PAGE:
These studies support that age is weakly but independently associated with physician satisfaction when studied as a continuous variable. When studied within various age brackets, studies support a U‐shaped association, with the highest satisfaction in those at the extremes of ages, although this may not be true for PCPs. In addition, the association with older age may be the result of less satisfied physicians leaving the profession.

Physician Gender

The association between gender and overall satisfaction is difficult to interpret due to the heterogeneity of the satisfaction assessments and included confounders, although there may be gender differences in facets of satisfaction. Of the 22 studies that evaluated gender, 3 found an independent effect for women (PWS general internal medicine [GIM] sample, CTS, and 1 other),23, 104, 110 3 for men,41, 81, 98 and no gender effect in the others. Those that found men with higher satisfaction included 1 national study of family practitioners (FPs)98 and 2 academic studies, the latter of which found men with or without children with higher satisfaction compared to women with children, indicating children (or work life balance) may confound gender satisfaction.41, 81

Other national studies, including the CTS and PWS, did not find a gender difference in overall satisfaction,9, 35, 45, 56, 59, 68, 71, 73, 74, 88, 89, 96, 97, 106, 109 although the PWS did find differences in facets of satisfaction (women were more satisfied with relationships with colleagues and patients, but less satisfied with autonomy, pay, resources, and community relationships).83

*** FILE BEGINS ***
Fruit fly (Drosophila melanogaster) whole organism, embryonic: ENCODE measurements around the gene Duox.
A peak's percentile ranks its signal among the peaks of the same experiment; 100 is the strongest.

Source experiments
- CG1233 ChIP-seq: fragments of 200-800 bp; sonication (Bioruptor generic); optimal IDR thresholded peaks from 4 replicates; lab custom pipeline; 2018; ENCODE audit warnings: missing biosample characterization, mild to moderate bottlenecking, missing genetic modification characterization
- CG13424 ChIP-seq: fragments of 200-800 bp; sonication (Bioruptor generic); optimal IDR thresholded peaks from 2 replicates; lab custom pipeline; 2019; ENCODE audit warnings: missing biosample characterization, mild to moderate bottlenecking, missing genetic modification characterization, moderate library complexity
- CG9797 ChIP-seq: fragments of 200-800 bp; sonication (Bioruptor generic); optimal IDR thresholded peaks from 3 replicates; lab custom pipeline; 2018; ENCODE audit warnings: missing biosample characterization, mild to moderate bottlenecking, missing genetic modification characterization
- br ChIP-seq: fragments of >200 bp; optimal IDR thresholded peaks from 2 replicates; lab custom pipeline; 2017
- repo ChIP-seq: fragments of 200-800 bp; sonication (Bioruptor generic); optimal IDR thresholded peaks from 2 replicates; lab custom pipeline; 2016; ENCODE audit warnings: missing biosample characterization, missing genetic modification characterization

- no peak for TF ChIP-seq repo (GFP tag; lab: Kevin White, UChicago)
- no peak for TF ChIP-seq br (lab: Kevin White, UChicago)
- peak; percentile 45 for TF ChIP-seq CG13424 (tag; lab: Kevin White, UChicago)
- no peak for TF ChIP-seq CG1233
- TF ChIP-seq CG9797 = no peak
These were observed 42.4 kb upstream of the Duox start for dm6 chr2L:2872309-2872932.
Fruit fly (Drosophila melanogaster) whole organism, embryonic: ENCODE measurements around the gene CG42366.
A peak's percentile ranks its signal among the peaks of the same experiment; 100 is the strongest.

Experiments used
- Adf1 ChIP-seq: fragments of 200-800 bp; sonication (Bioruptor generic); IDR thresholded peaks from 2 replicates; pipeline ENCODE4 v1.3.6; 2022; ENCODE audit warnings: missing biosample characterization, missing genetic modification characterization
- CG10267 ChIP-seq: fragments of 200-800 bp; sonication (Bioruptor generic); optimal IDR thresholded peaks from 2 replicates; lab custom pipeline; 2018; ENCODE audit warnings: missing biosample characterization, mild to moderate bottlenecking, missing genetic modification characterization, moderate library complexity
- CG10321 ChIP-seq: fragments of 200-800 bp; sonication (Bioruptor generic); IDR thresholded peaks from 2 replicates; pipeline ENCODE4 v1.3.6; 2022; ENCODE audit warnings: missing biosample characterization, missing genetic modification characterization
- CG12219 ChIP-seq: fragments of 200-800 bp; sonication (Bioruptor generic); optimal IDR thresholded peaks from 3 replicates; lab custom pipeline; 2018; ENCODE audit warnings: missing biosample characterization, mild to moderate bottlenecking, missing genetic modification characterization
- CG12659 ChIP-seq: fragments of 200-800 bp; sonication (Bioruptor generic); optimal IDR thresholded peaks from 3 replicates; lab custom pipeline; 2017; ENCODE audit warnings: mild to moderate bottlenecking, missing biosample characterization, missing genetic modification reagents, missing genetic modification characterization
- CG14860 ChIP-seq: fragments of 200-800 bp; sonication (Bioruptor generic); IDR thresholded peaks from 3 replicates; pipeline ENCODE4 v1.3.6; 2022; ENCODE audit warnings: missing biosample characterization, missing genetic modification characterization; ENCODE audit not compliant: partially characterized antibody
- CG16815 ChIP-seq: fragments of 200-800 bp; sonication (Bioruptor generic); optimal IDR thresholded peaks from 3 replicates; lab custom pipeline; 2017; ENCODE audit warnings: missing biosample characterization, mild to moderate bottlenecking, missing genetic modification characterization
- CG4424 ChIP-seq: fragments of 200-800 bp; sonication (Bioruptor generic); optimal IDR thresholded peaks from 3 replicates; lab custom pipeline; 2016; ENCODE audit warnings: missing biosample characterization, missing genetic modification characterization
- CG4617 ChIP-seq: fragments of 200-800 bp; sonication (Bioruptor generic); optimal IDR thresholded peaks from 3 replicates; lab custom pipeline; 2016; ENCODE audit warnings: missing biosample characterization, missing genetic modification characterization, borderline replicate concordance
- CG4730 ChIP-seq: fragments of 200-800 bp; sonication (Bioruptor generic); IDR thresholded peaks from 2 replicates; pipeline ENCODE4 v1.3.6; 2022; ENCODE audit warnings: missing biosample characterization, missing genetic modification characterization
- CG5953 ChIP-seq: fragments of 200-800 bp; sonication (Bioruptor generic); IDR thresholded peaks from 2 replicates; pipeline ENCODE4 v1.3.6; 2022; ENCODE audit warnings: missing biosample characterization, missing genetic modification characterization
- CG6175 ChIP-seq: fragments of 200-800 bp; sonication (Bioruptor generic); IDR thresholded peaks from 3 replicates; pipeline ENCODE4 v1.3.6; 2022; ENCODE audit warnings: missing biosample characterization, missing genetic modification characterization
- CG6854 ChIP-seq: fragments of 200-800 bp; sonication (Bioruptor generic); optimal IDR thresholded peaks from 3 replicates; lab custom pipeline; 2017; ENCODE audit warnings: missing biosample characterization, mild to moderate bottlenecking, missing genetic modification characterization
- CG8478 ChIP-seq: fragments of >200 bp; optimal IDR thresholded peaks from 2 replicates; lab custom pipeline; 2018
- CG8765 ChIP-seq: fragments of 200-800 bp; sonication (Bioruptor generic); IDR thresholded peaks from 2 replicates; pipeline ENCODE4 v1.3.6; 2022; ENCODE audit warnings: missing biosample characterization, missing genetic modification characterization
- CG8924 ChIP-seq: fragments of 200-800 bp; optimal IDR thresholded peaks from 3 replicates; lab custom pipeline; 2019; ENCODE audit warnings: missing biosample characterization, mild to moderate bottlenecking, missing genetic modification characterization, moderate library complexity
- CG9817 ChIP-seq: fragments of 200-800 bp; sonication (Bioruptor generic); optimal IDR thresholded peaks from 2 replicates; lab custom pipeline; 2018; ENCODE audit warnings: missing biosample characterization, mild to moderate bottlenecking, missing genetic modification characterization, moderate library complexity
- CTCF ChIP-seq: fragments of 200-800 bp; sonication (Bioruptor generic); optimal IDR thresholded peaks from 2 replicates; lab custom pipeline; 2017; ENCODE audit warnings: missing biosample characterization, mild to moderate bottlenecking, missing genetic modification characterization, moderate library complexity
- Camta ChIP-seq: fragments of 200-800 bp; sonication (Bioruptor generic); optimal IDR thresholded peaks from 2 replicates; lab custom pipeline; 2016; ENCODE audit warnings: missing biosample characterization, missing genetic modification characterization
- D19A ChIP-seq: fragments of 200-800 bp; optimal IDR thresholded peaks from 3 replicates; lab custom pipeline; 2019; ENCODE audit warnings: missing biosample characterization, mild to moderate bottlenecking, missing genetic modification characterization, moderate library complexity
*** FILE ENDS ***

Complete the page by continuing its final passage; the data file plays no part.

In summary, the relationship between gender and overall satisfaction is likely confounded by many factors, and its independent effect is difficult to quantify given the heterogeneity of the studies reviewed. There may be gender differences in facets of satisfaction, evaluated only in the PWS.

Physician Race/Ethnicity

There were only 5 multivariate studies delineating the association of race/ethnicity with satisfaction, of which 4 found no difference.35, 50, 56, 88 One study found lower satisfaction in minorities compared to whites, but was only a small sample of preventive medicine physicians.93 Given the growing racial and ethnic diversity of physicians, future research should further explore this association.

Physician Specialty

Overall, pediatricians appear to have higher, and GIM to have lower, satisfaction when compared among the PCPs or specialists, although the interpretation is limited by the heterogeneity of the specialties included, how the specialties are demarcated, and the composition of the reference group.

Of the 17 studies that evaluated specialty, 6 found pediatricians had higher satisfaction (including the CTS),5, 70, 73, 74, 104, 106 and 5 found GIM to have lower satisfaction (including the CTS and PWS)5, 11, 74, 104, 106 than various other comparison groups. Generalized interpretation of the other studies is difficult, as 8 of the 11 arise from very specific convenience samples of physicians (within a state or county).35, 56, 68, 73, 89, 96, 97, 109

Job Factors

Job Demand

There is evidence of a relationship between subjective, but not objective, job demands and satisfaction (categorized in the literature as work stress/pressure, workload, and work hours). Of the 10 studies that evaluated various types of perceived work stress/pressure, 9 found a significant association with dissatisfaction.5, 11, 22, 23, 45, 50, 68, 98, 104

Of the 8 studies that evaluated workload, 4 of them evaluated subjective workload and found too much or too little was associated with dissatisfaction.50, 86, 107, 110 The other 4 evaluated actual number of visits (per week or per hour); 3 did not find an association5, 56, 68 and 1 found a weak but negative association with satisfaction.70